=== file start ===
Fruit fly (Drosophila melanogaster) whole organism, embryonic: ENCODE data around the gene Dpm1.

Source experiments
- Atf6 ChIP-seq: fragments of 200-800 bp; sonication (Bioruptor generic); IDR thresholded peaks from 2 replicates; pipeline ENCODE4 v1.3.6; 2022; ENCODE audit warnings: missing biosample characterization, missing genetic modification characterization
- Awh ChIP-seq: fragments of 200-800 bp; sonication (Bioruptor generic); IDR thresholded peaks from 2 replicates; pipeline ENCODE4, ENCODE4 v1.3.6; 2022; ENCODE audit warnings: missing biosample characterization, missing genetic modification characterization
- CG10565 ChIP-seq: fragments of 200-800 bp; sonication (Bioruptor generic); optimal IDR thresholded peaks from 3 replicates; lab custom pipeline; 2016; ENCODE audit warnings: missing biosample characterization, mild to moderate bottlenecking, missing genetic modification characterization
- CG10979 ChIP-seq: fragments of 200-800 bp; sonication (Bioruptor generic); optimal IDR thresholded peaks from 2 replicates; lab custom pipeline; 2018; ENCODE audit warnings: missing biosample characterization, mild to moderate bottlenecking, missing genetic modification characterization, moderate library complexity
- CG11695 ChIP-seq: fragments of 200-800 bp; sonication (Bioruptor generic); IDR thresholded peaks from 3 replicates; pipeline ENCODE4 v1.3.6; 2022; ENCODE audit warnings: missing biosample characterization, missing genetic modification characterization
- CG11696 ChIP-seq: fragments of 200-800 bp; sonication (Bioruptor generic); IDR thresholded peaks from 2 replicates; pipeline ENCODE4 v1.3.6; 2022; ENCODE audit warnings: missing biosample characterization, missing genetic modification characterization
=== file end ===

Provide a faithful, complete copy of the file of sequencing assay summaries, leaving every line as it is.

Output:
Fruit fly (Drosophila melanogaster) whole organism, embryonic: ENCODE data around the gene Dpm1.

Source experiments
- Atf6 ChIP-seq: fragments of 200-800 bp; sonication (Bioruptor generic); IDR thresholded peaks from 2 replicates; pipeline ENCODE4 v1.3.6; 2022; ENCODE audit warnings: missing biosample characterization, missing genetic modification characterization
- Awh ChIP-seq: fragments of 200-800 bp; sonication (Bioruptor generic); IDR thresholded peaks from 2 replicates; pipeline ENCODE4, ENCODE4 v1.3.6; 2022; ENCODE audit warnings: missing biosample characterization, missing genetic modification characterization
- CG10565 ChIP-seq: fragments of 200-800 bp; sonication (Bioruptor generic); optimal IDR thresholded peaks from 3 replicates; lab custom pipeline; 2016; ENCODE audit warnings: missing biosample characterization, mild to moderate bottlenecking, missing genetic modification characterization
- CG10979 ChIP-seq: fragments of 200-800 bp; sonication (Bioruptor generic); optimal IDR thresholded peaks from 2 replicates; lab custom pipeline; 2018; ENCODE audit warnings: missing biosample characterization, mild to moderate bottlenecking, missing genetic modification characterization, moderate library complexity
- CG11695 ChIP-seq: fragments of 200-800 bp; sonication (Bioruptor generic); IDR thresholded peaks from 3 replicates; pipeline ENCODE4 v1.3.6; 2022; ENCODE audit warnings: missing biosample characterization, missing genetic modification characterization
- CG11696 ChIP-seq: fragments of 200-800 bp; sonication (Bioruptor generic); IDR thresholded peaks from 2 replicates; pipeline ENCODE4 v1.3.6; 2022; ENCODE audit warnings: missing biosample characterization, missing genetic modification characterization